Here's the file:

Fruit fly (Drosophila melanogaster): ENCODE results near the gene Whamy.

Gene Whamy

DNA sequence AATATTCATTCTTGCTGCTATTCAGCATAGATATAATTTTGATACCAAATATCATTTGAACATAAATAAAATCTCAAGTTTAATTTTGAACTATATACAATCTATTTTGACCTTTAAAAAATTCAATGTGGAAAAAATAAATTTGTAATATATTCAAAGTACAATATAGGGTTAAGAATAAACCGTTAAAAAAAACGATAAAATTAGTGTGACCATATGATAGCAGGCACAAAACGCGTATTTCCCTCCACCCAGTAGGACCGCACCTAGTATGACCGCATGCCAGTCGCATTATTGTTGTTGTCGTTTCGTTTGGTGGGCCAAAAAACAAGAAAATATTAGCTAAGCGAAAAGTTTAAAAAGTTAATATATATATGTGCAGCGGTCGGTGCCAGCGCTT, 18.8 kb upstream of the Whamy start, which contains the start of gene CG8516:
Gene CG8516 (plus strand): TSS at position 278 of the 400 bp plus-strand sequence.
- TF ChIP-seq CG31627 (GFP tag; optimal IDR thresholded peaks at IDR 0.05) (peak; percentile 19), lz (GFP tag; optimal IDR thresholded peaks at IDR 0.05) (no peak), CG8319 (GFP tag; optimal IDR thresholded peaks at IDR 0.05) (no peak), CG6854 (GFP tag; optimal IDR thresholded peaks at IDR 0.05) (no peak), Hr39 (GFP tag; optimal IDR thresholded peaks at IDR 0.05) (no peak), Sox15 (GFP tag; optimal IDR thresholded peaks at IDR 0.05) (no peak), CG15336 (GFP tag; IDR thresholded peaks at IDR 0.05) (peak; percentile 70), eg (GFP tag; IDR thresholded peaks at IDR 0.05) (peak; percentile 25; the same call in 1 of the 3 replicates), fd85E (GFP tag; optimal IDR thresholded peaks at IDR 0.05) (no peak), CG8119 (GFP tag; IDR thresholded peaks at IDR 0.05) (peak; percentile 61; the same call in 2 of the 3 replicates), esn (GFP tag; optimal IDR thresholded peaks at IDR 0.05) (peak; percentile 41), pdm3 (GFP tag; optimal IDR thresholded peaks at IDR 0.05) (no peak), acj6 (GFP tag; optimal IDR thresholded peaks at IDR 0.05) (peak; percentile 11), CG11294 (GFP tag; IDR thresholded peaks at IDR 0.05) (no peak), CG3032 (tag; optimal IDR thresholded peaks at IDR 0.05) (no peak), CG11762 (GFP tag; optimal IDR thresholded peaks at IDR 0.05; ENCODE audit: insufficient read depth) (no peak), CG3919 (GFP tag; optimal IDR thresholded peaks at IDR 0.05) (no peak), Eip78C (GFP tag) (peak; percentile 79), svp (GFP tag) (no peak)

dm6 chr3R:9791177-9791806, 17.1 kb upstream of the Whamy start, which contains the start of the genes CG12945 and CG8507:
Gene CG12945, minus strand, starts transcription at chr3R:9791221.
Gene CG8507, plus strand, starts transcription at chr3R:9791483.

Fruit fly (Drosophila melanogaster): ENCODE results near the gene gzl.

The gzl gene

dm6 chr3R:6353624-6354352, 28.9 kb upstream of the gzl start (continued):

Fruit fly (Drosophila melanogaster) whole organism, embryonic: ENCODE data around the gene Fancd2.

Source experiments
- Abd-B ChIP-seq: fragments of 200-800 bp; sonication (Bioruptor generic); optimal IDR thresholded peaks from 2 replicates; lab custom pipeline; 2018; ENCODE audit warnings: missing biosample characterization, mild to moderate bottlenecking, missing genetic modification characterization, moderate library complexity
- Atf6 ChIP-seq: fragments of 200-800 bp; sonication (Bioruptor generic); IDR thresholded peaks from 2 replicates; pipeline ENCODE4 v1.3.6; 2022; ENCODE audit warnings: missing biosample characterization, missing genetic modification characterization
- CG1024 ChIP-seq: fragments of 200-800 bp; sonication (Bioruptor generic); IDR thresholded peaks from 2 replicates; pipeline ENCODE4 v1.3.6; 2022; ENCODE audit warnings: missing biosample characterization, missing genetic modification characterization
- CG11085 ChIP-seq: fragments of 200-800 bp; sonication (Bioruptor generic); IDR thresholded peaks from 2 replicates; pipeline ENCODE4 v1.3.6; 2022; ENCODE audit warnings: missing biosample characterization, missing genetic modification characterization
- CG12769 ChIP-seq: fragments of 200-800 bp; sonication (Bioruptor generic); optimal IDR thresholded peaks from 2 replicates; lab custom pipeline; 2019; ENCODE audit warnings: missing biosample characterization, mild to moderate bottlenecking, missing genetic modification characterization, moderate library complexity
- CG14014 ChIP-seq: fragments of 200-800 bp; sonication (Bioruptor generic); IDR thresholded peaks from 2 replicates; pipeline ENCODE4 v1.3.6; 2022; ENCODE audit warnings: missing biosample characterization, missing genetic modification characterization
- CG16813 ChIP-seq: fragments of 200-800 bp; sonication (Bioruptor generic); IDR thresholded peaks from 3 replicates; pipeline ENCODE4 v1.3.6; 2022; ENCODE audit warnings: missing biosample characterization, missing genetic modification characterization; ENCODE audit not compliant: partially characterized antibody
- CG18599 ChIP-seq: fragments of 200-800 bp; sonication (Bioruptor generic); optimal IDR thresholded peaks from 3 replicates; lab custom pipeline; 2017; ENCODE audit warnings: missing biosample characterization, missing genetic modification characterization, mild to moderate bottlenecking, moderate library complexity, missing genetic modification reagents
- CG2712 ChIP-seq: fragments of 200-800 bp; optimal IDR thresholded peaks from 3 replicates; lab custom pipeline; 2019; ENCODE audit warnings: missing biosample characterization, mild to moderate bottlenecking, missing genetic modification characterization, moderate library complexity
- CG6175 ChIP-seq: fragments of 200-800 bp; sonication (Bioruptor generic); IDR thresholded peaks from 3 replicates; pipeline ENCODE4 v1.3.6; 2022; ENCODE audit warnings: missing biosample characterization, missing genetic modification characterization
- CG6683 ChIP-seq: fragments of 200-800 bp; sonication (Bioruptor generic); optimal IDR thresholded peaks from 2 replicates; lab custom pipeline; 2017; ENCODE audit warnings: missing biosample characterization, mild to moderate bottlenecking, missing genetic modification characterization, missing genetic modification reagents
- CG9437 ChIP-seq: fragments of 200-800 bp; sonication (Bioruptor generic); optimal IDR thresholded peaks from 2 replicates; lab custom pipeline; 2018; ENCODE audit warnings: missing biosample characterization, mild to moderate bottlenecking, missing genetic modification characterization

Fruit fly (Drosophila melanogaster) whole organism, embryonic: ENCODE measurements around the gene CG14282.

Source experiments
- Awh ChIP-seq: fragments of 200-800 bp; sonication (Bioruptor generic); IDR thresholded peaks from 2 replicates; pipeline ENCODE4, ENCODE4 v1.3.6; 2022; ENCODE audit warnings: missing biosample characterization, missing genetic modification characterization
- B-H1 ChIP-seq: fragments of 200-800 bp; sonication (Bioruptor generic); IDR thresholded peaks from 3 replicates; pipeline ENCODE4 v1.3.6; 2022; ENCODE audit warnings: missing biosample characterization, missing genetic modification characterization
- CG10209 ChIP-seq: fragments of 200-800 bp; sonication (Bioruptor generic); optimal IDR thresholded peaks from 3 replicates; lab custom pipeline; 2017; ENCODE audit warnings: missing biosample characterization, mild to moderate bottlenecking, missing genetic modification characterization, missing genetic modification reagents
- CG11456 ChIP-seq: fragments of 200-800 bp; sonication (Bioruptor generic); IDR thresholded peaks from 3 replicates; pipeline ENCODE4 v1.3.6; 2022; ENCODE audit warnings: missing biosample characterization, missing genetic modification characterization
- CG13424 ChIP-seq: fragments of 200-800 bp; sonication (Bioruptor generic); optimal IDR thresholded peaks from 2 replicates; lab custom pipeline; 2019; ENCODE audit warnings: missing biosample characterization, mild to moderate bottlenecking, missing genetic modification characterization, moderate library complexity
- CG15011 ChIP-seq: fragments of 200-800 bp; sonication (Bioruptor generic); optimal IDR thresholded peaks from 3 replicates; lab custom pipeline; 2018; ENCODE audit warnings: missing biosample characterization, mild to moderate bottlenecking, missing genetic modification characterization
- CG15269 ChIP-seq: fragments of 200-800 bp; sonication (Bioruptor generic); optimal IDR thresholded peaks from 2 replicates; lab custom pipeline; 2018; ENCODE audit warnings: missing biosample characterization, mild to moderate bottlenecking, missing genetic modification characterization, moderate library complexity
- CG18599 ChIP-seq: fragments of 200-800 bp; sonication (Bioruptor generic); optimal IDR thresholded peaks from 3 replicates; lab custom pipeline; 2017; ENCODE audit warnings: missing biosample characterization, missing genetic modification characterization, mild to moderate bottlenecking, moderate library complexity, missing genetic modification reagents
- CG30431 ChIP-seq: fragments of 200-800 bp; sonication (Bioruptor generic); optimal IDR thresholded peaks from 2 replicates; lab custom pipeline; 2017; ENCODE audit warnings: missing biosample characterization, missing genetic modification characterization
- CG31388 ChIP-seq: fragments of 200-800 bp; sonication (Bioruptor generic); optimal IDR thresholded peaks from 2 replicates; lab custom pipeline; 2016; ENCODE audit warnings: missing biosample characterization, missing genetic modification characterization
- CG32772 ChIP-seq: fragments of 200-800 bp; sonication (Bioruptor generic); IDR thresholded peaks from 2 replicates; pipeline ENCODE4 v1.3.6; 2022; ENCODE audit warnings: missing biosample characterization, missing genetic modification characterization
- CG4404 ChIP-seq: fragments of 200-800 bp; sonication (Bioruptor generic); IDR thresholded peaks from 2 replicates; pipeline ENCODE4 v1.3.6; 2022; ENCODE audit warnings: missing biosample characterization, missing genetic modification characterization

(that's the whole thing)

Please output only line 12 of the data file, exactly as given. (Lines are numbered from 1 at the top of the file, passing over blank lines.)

Fruit fly (Drosophila melanogaster) whole organism, embryonic: ENCODE data around the gene Fancd2.